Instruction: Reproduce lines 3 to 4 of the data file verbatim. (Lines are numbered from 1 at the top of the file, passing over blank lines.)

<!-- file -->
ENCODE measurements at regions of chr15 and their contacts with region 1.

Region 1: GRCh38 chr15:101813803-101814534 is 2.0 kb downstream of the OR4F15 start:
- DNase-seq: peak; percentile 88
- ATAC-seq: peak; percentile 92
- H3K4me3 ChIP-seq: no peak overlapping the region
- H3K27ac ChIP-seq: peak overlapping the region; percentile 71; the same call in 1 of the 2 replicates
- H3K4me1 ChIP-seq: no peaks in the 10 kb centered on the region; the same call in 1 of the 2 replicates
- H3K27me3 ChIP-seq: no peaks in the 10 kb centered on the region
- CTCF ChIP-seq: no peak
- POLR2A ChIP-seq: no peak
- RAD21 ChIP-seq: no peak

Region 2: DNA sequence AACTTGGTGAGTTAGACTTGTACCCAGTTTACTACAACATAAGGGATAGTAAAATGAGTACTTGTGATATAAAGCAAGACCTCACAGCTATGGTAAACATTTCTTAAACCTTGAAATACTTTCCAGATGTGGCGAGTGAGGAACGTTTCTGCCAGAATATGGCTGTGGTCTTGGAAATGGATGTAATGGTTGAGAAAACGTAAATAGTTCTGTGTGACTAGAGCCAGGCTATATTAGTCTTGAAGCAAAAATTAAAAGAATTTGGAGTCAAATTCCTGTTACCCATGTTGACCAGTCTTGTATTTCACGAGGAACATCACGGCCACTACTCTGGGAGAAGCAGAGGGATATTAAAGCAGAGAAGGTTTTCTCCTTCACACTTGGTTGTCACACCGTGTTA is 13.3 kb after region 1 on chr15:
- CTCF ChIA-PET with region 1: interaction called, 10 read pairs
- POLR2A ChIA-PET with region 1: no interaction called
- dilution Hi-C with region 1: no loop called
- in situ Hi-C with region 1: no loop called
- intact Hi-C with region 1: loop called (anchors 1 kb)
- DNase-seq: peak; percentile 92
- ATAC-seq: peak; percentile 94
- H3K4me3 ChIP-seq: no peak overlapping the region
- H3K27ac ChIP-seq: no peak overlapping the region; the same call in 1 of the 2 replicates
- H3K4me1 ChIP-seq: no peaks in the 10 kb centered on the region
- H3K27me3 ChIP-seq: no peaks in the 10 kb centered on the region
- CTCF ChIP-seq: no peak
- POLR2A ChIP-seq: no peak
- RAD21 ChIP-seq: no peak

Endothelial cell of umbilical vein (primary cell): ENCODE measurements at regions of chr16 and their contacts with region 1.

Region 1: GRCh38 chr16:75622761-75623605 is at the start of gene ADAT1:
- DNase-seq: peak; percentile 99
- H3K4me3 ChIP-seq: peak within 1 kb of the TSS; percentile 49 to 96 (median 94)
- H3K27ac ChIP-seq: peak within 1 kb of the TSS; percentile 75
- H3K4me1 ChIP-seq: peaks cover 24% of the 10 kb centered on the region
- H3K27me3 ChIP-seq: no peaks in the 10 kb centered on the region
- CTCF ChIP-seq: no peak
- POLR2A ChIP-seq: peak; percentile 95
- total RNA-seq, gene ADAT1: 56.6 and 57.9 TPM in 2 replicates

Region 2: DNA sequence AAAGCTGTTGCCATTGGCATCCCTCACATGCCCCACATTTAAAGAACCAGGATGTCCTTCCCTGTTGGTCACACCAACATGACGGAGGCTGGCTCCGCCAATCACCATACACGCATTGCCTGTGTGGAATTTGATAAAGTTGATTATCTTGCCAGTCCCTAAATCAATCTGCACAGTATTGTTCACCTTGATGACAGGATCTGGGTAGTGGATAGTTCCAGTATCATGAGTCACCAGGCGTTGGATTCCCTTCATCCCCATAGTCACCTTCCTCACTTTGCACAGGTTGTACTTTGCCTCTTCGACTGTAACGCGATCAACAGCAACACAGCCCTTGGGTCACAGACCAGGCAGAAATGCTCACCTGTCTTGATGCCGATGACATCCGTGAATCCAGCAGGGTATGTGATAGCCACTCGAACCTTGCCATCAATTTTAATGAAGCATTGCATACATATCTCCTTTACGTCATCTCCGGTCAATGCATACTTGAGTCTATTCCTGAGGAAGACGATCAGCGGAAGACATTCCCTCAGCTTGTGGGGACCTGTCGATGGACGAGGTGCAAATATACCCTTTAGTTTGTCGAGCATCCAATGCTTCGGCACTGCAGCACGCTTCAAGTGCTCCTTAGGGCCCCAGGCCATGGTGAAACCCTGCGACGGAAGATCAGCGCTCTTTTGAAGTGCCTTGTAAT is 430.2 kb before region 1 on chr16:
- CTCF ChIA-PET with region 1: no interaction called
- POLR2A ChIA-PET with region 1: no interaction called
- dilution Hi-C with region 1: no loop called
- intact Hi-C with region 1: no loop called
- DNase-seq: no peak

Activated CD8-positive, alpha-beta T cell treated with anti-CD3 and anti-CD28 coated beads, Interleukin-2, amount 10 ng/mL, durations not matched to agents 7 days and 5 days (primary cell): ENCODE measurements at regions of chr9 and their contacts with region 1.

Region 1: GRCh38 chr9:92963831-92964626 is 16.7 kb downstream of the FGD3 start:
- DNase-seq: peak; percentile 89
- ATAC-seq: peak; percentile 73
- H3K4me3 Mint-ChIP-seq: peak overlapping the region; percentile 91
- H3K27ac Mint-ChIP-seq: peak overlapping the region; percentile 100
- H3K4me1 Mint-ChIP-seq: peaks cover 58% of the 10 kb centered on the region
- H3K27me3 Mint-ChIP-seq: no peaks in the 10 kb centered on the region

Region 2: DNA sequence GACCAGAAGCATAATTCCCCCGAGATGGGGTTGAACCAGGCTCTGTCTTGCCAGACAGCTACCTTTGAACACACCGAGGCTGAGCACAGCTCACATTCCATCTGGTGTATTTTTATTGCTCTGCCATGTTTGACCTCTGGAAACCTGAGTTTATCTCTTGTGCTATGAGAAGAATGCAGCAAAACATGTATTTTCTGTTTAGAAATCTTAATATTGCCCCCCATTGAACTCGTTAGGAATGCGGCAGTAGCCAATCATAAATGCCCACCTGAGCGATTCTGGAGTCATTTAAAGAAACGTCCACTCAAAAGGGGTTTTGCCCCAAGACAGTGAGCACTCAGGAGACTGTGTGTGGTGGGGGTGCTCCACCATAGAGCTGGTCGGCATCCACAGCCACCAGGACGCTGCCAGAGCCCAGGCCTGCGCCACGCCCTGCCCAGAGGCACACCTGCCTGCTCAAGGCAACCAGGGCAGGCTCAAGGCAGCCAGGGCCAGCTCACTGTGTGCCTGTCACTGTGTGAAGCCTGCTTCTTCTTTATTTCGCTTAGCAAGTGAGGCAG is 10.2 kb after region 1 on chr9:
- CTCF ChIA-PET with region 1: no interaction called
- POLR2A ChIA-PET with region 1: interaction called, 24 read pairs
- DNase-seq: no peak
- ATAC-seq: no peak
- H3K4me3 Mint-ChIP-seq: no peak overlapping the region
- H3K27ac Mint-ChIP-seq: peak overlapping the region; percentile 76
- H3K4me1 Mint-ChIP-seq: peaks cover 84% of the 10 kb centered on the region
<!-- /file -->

- DNase-seq: peak; percentile 88
- ATAC-seq: peak; percentile 92